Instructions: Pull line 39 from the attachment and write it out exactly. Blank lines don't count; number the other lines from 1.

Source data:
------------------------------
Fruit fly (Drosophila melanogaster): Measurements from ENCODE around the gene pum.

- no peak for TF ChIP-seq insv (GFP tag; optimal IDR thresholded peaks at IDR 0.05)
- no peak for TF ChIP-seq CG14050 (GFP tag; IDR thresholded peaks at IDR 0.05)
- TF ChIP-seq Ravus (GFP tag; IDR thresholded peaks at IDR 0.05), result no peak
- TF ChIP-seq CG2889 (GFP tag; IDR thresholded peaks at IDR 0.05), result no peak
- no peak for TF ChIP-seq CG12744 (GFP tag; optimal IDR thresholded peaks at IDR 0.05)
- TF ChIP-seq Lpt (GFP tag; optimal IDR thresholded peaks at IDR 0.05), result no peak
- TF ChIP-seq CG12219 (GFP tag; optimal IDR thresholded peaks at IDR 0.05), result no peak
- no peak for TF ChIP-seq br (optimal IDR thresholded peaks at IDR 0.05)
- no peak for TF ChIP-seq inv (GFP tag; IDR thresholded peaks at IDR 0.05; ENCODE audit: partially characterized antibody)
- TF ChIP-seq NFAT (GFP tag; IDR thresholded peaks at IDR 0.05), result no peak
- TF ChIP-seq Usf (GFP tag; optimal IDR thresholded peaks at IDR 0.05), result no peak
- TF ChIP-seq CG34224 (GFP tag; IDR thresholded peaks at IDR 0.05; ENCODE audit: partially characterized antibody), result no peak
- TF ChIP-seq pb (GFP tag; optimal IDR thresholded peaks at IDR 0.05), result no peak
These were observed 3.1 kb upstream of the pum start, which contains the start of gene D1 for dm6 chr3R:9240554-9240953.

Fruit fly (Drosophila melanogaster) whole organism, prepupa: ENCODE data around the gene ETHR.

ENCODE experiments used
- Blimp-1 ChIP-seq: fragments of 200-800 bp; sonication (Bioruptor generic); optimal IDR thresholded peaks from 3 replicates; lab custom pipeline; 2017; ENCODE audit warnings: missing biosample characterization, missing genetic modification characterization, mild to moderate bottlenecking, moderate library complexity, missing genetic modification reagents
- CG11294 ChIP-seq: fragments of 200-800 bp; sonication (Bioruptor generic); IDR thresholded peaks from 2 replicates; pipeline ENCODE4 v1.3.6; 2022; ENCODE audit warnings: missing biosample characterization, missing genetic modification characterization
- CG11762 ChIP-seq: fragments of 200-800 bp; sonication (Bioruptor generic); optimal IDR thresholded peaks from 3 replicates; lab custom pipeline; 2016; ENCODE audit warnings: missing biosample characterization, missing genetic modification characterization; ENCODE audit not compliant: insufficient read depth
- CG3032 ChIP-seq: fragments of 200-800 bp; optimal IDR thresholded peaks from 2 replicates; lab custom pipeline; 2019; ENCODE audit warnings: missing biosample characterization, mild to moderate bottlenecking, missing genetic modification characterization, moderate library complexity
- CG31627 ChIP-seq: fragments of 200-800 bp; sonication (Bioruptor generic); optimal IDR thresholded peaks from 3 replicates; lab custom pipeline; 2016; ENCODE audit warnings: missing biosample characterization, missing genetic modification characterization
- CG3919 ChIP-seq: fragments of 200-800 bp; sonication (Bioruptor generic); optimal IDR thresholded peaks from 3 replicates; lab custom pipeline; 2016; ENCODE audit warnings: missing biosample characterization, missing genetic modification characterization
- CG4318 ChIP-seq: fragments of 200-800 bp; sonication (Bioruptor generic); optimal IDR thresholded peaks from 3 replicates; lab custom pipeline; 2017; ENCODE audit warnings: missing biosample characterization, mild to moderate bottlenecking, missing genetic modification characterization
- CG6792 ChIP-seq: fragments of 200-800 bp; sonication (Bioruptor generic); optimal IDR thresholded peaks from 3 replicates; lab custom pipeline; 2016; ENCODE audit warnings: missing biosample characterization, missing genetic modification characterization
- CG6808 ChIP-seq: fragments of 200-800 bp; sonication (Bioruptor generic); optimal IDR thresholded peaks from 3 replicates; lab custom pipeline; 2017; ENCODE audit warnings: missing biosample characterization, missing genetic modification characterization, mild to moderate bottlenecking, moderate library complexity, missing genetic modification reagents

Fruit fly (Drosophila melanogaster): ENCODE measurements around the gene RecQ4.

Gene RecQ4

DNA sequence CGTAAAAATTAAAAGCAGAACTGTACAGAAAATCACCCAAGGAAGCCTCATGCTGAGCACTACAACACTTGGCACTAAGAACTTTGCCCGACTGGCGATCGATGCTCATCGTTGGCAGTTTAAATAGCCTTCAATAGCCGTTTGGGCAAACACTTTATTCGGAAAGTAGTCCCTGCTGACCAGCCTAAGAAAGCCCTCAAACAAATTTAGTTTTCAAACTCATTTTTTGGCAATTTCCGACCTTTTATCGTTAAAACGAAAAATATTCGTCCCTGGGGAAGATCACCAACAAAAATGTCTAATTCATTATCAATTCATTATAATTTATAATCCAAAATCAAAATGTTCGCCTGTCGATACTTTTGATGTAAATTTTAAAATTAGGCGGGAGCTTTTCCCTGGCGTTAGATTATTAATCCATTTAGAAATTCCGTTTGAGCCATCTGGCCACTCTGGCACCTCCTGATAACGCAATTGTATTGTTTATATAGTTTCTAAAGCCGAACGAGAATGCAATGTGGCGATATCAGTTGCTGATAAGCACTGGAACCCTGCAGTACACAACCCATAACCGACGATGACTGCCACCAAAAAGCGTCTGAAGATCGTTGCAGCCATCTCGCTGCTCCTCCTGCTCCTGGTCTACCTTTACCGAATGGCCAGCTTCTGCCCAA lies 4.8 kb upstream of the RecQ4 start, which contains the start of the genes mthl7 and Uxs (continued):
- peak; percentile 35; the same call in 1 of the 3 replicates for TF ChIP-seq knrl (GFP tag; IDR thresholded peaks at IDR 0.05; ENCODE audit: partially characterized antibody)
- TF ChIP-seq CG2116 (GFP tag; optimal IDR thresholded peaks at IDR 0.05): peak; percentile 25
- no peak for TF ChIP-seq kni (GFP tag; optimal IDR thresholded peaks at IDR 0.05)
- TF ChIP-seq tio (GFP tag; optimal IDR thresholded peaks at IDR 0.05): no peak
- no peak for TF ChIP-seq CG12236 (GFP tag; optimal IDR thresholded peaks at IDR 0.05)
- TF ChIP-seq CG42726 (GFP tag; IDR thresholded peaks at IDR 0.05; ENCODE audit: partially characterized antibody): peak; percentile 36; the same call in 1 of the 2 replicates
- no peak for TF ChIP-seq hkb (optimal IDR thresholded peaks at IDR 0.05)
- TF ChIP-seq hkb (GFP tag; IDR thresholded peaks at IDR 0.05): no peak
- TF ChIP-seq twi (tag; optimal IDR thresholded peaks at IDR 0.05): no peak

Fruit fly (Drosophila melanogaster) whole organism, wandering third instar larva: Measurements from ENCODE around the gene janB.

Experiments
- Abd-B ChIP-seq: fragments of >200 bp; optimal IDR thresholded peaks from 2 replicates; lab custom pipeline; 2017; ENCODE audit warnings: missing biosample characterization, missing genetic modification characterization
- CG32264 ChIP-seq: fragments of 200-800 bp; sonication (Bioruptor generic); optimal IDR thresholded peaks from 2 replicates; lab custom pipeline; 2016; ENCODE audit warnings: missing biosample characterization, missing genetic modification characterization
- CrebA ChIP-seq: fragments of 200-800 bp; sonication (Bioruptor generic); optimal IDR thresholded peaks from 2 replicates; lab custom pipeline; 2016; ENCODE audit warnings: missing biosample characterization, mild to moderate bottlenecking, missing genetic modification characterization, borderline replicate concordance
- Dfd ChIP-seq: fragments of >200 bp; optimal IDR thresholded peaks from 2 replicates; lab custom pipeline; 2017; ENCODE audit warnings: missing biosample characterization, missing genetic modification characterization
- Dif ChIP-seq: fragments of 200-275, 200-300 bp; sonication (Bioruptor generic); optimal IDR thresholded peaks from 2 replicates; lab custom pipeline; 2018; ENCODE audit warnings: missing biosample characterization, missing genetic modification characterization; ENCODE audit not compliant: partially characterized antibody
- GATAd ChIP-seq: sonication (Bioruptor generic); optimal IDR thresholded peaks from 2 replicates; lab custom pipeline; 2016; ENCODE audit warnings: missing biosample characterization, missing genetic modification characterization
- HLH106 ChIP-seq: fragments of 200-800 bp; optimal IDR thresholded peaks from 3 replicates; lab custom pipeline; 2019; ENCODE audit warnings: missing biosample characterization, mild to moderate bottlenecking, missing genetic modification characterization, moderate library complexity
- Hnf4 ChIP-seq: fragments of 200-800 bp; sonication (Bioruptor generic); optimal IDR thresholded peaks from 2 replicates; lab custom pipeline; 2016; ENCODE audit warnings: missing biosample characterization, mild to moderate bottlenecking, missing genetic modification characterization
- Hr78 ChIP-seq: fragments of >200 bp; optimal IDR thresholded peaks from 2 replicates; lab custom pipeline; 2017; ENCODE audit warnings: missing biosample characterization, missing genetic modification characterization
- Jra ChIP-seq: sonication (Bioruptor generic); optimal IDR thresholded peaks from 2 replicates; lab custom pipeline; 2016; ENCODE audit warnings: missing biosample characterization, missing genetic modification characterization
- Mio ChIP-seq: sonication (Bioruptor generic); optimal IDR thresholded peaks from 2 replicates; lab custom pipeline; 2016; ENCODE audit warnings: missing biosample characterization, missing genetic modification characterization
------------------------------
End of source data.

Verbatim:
Fruit fly (Drosophila melanogaster) whole organism, wandering third instar larva: Measurements from ENCODE around the gene janB.